Due to a major staff shortage, a Montreal health network organization awarded a contract worth almost a million dollars to LinkedIn to help it recruit employees.

The Centre-Ouest-de-l’Île-de-Montréal Integrated Health and Social Services Center (CISSS) has vacancies in several departments: clinical staff, managers and support staff.

A CISSS donates $1 million to LinkedIn to recruit staff

On May 12, a $964,488 contract was awarded by mutual agreement to the social network LinkedIn. According to a document from the Quebec government’s electronic tendering system (SEAO), the agreement would be for three years, but the CISSS did not confirm to the Journal.

“This is a recruitment or headhunting approach that allows us to seek active and passive candidates. Due to the shortage of personnel, we are doing everything we can to attract employees to our organization, ” wrote CISSS spokesperson Barry Morgan by email.

Hard to get numbers

However, the latter could not say how many positions are to be filled and did not respond to our interview request. Created 20 years ago, LinkedIn allows workers to access job offers and facilitates recruitment for employers.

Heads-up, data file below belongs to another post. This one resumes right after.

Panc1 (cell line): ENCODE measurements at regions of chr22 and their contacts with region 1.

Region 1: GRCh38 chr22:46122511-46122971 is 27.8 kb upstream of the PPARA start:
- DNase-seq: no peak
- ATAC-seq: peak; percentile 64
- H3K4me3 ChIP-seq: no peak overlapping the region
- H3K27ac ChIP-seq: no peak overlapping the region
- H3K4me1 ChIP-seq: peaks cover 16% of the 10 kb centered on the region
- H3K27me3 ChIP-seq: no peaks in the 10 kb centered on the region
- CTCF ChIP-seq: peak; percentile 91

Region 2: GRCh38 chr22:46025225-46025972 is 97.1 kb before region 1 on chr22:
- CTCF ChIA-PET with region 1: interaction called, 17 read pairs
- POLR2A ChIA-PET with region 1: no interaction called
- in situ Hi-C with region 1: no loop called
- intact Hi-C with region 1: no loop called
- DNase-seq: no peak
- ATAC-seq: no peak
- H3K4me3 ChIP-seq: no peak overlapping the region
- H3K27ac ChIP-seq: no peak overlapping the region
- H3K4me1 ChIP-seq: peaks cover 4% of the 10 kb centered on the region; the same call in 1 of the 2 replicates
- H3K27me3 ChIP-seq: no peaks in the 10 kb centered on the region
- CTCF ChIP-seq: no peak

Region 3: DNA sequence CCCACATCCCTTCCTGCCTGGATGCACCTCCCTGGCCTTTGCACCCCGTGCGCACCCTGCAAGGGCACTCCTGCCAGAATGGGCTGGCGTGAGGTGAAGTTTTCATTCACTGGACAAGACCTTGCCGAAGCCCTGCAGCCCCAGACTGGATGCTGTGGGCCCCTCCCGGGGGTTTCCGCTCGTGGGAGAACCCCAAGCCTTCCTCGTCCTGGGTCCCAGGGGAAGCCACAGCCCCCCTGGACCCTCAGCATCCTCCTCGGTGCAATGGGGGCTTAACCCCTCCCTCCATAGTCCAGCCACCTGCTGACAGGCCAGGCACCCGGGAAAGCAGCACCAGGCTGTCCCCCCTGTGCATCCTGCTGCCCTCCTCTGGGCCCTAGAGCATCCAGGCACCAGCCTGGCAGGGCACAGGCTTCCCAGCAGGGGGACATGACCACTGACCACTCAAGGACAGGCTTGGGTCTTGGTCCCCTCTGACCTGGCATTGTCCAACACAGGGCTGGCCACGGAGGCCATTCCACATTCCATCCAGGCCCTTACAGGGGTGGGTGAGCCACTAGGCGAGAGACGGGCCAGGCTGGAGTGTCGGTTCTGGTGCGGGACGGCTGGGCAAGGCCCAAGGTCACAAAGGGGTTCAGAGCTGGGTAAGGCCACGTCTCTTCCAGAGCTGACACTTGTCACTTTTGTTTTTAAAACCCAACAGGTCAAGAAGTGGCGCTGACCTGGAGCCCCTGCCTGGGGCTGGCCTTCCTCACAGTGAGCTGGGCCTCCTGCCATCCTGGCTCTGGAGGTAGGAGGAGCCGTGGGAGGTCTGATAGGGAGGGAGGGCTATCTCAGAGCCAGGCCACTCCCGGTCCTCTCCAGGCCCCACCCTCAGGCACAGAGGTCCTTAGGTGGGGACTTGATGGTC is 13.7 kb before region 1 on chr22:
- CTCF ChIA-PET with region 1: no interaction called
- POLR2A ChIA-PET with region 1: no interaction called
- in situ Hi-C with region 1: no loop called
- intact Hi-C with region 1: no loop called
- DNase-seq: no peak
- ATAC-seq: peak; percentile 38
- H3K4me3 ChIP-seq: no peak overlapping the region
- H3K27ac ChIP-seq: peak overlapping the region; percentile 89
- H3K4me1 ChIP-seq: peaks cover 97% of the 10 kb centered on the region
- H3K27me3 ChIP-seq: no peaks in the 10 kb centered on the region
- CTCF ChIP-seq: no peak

According to the SEAO, the CISSS contract allows access “to the exclusive active recruitment platforms” of LinkedIn, which has 2.5 million members in Quebec and 14 million in Canada.

One of the objectives of the CISSS is to create a personalized platform to reach candidates who are not looking for a job.

A “war of talents”

Over the past year, several public bodies have used LinkedIn (see below). According to specialists, recruitment through social networks is in vogue, especially because of the shortage.

“We are in the context of a talent war, explains Noémie Ferland-Dorval, spokesperson for the Order of Human Resources Advisors. We have no choice but to be attractive to recruit workers.”

Thus, LinkedIn provides access to candidates who would not have been reached on traditional sites.

“What we are looking for with social networks is to attract the attention of people who are already working, says Sandrine Théard, a recruitment trainer. You have to seduce them somewhere.”

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